High-quality digital learning tools and ICT play a crucial role in improving the quality of teaching. However, Dutch national investments in AI and digital innovation in this area still lag behind from an international perspective. So far, there has been no clear place for research into the use of AI in primary and secondary education.
This was the impulse behind the creation of the National Education Lab AI (NOLAI), located at Radboud University, and aimed at developing intelligent digital educational innovations through a process of co-creation, with the goal of improving the quality of primary and secondary education. The NOLAI will also investigate the pedagogical, social and ethical consequences of intelligent digital educational innovations. The public funds of €80 million awarded to NOLAI by the Ministry of Economic Affairs and Climate Policy via the National Growth Fund are intended to cover a period of ten years.
Only just emerging
Inge Molenaar, Scientific Director of NOLAI and researcher in Pedagogy: Learning and Development at Radboud University: “The use of intelligent technologies in the classroom has increased tremendously these past years. And yet the responsible use of artificial intelligence in education is still only just emerging in the Netherlands. A focused and considered deployment of intelligent technology creates opportunities for increasing the quality and speed of educational innovation.”
Based on demand from the education sector
Every co-creation project starts with the same question: what does the education sector need? At NOLAI, researchers use follow-up questions to investigate which aspects of education can be supported, anticipated or improved using AI. Example questions include:
- Can an intelligent learning tool also provide extensive feedback on the pupils’ mistakes?
- Can written assignments be fully or partially checked by AI?
- How can you monitor pupils better using AI?
- Can you support PE classes by analysing the pupils’ movements and giving them feedback?
Based on the answers, educational institutions, researchers, and the business sector can develop concepts and prototypes. In the next step, these prototypes are tested and validated in the classroom. This is important because intelligent technology can be valuable for the quality of teaching, but it may also unintentionally disadvantage some pupils. In this way, intelligent technology is developed that supports the quality of teaching.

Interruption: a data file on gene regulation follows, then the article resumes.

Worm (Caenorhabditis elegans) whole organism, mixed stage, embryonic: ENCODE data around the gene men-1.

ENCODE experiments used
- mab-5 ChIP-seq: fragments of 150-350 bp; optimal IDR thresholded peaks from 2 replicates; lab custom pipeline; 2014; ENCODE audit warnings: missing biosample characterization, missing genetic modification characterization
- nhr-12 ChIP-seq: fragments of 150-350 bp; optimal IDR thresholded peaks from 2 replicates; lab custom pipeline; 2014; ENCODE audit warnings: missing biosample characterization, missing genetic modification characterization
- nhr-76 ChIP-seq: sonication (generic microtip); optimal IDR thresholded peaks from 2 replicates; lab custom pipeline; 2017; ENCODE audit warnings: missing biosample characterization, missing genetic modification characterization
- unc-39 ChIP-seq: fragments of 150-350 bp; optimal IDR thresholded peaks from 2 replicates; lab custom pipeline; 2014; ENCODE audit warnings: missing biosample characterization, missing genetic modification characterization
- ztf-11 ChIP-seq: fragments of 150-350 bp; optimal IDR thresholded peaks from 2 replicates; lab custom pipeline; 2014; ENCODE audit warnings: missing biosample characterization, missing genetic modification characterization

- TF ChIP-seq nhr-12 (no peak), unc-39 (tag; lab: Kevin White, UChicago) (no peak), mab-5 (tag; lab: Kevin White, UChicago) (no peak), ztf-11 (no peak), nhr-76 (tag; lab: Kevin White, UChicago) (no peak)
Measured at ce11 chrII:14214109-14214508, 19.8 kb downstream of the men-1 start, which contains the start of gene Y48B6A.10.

The NOLAI's scientific programme aims to create insight into the pedagogical and social consequences of using intelligent technology in education. Researchers for example explore which pupils benefit more or less from adaptive training programmes, how teachers use the information in dashboards, how pupil data can be shared safely and what pupil data can be used. The underlying principle is that AI can be a tool for teachers and pupils, with a lot of attention for human autonomy.
The National Education Lab AI (NOLAI) is a living lab: a form of research in which research and innovation go hand in hand on the basis of co-creation. This partnership between schools, researchers and the business sector has as its goal is to fully utilise the potential of AI as an innovation catalyst and to strengthen the crucial collaboration between the education sector, science and the business sector. In this context, Radboud University is joining forces with Utrecht University and Maastricht University, HAN University of Applied Sciences, Stichting Klasse, Quadraam, Stichting Lucas Onderwijs, OostNL and Brightlands. The National Education Lab AI is open to new partners and has as its ambition to further grow into a broad, national collaboration.